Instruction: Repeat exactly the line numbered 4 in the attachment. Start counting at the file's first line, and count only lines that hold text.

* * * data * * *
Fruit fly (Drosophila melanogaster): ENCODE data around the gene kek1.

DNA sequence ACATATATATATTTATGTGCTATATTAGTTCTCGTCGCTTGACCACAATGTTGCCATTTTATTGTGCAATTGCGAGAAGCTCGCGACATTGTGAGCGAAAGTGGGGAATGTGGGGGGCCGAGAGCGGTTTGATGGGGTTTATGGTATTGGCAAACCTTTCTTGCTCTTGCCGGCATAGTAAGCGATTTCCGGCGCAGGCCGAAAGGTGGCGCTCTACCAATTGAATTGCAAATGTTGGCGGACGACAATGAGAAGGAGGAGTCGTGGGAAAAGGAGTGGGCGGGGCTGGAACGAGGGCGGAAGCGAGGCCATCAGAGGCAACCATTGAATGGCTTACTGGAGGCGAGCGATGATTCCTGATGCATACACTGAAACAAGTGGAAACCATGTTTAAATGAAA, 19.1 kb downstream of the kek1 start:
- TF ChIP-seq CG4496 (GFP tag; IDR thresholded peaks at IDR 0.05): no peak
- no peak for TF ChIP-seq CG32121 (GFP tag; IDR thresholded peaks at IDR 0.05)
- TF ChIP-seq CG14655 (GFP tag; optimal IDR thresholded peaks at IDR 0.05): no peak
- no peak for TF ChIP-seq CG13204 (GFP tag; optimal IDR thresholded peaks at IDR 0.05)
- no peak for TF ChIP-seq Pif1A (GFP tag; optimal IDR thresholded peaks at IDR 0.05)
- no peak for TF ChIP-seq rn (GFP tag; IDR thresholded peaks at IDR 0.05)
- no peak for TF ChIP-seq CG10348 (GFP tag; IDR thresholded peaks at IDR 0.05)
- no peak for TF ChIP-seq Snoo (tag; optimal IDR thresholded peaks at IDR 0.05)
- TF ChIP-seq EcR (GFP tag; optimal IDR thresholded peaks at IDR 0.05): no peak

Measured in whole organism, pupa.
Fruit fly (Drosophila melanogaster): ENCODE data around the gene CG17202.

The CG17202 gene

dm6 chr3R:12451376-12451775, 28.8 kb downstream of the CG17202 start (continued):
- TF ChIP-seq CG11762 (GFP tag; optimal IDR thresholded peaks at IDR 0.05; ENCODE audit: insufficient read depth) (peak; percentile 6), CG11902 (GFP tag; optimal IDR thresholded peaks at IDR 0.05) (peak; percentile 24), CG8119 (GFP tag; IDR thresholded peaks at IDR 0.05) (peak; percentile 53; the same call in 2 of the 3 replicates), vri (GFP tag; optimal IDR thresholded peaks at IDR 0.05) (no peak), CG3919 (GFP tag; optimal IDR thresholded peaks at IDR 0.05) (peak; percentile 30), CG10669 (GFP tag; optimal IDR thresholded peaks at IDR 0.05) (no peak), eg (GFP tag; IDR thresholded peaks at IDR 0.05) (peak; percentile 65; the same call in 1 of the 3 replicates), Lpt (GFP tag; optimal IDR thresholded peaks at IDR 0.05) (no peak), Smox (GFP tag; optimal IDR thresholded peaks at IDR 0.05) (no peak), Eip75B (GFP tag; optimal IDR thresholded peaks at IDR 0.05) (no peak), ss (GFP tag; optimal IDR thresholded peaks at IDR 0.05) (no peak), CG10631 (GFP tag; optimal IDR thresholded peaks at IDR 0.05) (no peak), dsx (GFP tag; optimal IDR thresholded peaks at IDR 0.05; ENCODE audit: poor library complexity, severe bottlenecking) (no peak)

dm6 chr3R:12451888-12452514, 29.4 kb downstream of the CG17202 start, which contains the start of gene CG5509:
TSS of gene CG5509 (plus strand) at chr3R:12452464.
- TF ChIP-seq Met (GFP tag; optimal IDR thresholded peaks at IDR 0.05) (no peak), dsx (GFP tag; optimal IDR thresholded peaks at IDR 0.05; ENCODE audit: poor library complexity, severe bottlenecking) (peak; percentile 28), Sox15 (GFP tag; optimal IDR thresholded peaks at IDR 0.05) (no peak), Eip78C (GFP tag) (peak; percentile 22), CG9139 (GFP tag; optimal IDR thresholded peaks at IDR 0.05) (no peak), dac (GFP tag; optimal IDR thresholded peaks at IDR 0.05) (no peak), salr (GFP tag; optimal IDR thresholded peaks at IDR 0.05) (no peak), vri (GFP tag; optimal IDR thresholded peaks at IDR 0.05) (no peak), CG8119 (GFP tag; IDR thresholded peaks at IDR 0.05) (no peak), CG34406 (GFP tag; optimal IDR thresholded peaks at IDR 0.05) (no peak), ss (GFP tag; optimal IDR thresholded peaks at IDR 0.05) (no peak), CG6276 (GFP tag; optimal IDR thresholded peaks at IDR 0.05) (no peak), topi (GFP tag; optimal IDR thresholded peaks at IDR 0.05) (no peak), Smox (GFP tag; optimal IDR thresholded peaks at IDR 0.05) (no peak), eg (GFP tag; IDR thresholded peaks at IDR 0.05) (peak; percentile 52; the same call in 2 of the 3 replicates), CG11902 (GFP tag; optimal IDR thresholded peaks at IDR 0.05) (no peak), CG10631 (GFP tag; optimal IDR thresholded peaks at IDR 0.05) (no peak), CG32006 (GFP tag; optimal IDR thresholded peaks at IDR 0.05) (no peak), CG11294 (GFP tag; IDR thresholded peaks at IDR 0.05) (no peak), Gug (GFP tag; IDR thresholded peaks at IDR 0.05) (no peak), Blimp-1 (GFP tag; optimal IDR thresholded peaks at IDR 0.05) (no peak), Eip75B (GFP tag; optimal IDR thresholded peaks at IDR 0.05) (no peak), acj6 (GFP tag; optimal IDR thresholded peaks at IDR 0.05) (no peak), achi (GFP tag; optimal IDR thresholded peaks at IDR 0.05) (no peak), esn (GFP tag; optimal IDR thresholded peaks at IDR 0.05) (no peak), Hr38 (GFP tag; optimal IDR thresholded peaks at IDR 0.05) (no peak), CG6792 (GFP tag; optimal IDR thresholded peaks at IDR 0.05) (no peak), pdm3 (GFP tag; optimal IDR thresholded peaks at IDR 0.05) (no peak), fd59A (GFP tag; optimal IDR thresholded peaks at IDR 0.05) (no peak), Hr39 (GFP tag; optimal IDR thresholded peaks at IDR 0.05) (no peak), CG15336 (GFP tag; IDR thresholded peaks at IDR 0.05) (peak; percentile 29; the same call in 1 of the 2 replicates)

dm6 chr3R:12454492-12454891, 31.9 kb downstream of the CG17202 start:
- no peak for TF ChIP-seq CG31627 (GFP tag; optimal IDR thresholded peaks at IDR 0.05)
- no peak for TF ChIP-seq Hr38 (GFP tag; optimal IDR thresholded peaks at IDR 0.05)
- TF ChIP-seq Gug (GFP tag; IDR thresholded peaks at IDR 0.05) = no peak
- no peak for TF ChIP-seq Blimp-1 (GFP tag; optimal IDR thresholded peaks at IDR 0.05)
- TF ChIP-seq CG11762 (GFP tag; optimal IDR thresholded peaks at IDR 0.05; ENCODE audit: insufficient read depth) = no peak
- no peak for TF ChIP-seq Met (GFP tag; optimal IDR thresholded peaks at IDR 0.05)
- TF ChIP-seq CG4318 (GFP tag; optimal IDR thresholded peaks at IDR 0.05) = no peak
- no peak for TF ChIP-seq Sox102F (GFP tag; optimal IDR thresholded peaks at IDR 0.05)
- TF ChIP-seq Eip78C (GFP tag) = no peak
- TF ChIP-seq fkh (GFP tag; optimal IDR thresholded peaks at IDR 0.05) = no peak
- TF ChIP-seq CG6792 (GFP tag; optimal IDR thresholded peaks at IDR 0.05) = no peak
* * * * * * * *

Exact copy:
- no peak for TF ChIP-seq CG32121 (GFP tag; IDR thresholded peaks at IDR 0.05)